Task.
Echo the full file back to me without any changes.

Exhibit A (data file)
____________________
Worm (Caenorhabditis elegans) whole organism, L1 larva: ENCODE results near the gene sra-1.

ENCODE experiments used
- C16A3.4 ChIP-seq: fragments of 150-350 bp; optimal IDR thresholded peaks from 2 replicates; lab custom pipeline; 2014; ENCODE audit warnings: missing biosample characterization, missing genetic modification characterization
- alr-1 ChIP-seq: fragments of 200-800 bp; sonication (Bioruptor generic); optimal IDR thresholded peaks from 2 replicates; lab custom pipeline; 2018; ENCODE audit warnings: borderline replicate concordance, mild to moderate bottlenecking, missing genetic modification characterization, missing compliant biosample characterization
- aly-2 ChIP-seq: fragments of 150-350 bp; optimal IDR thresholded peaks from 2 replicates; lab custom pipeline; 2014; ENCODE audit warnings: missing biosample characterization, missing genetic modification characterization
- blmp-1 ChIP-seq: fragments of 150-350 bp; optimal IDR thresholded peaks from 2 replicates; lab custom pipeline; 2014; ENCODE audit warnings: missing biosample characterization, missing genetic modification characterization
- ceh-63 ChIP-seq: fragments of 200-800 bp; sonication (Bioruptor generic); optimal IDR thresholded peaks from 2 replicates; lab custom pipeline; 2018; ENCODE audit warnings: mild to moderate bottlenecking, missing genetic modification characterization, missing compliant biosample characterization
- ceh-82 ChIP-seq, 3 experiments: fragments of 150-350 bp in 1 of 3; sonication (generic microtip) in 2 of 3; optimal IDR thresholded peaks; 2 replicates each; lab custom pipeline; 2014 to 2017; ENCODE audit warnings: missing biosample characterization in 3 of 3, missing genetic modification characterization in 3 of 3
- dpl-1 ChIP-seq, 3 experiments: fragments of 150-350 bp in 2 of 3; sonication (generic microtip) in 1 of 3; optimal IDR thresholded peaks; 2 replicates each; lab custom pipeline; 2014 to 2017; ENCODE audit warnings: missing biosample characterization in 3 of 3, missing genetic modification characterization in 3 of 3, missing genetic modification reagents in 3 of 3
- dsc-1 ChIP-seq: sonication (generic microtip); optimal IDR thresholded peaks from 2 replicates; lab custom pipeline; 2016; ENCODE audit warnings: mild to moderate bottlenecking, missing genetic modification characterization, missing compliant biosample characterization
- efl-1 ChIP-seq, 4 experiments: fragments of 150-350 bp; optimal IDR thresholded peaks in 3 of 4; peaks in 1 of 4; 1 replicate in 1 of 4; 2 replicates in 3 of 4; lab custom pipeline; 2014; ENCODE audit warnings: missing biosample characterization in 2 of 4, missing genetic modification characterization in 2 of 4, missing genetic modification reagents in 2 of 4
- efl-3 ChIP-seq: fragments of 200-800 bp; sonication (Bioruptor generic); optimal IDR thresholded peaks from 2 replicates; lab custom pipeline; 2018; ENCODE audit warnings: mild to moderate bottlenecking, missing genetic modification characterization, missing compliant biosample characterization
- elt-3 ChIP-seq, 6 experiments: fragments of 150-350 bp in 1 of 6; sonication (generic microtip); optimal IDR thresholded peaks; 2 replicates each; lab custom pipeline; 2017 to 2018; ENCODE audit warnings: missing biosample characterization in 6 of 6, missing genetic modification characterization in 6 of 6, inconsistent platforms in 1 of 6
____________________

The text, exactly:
Worm (Caenorhabditis elegans) whole organism, L1 larva: ENCODE results near the gene sra-1.

ENCODE experiments used
- C16A3.4 ChIP-seq: fragments of 150-350 bp; optimal IDR thresholded peaks from 2 replicates; lab custom pipeline; 2014; ENCODE audit warnings: missing biosample characterization, missing genetic modification characterization
- alr-1 ChIP-seq: fragments of 200-800 bp; sonication (Bioruptor generic); optimal IDR thresholded peaks from 2 replicates; lab custom pipeline; 2018; ENCODE audit warnings: borderline replicate concordance, mild to moderate bottlenecking, missing genetic modification characterization, missing compliant biosample characterization
- aly-2 ChIP-seq: fragments of 150-350 bp; optimal IDR thresholded peaks from 2 replicates; lab custom pipeline; 2014; ENCODE audit warnings: missing biosample characterization, missing genetic modification characterization
- blmp-1 ChIP-seq: fragments of 150-350 bp; optimal IDR thresholded peaks from 2 replicates; lab custom pipeline; 2014; ENCODE audit warnings: missing biosample characterization, missing genetic modification characterization
- ceh-63 ChIP-seq: fragments of 200-800 bp; sonication (Bioruptor generic); optimal IDR thresholded peaks from 2 replicates; lab custom pipeline; 2018; ENCODE audit warnings: mild to moderate bottlenecking, missing genetic modification characterization, missing compliant biosample characterization
- ceh-82 ChIP-seq, 3 experiments: fragments of 150-350 bp in 1 of 3; sonication (generic microtip) in 2 of 3; optimal IDR thresholded peaks; 2 replicates each; lab custom pipeline; 2014 to 2017; ENCODE audit warnings: missing biosample characterization in 3 of 3, missing genetic modification characterization in 3 of 3
- dpl-1 ChIP-seq, 3 experiments: fragments of 150-350 bp in 2 of 3; sonication (generic microtip) in 1 of 3; optimal IDR thresholded peaks; 2 replicates each; lab custom pipeline; 2014 to 2017; ENCODE audit warnings: missing biosample characterization in 3 of 3, missing genetic modification characterization in 3 of 3, missing genetic modification reagents in 3 of 3
- dsc-1 ChIP-seq: sonication (generic microtip); optimal IDR thresholded peaks from 2 replicates; lab custom pipeline; 2016; ENCODE audit warnings: mild to moderate bottlenecking, missing genetic modification characterization, missing compliant biosample characterization
- efl-1 ChIP-seq, 4 experiments: fragments of 150-350 bp; optimal IDR thresholded peaks in 3 of 4; peaks in 1 of 4; 1 replicate in 1 of 4; 2 replicates in 3 of 4; lab custom pipeline; 2014; ENCODE audit warnings: missing biosample characterization in 2 of 4, missing genetic modification characterization in 2 of 4, missing genetic modification reagents in 2 of 4
- efl-3 ChIP-seq: fragments of 200-800 bp; sonication (Bioruptor generic); optimal IDR thresholded peaks from 2 replicates; lab custom pipeline; 2018; ENCODE audit warnings: mild to moderate bottlenecking, missing genetic modification characterization, missing compliant biosample characterization
- elt-3 ChIP-seq, 6 experiments: fragments of 150-350 bp in 1 of 6; sonication (generic microtip); optimal IDR thresholded peaks; 2 replicates each; lab custom pipeline; 2017 to 2018; ENCODE audit warnings: missing biosample characterization in 6 of 6, missing genetic modification characterization in 6 of 6, inconsistent platforms in 1 of 6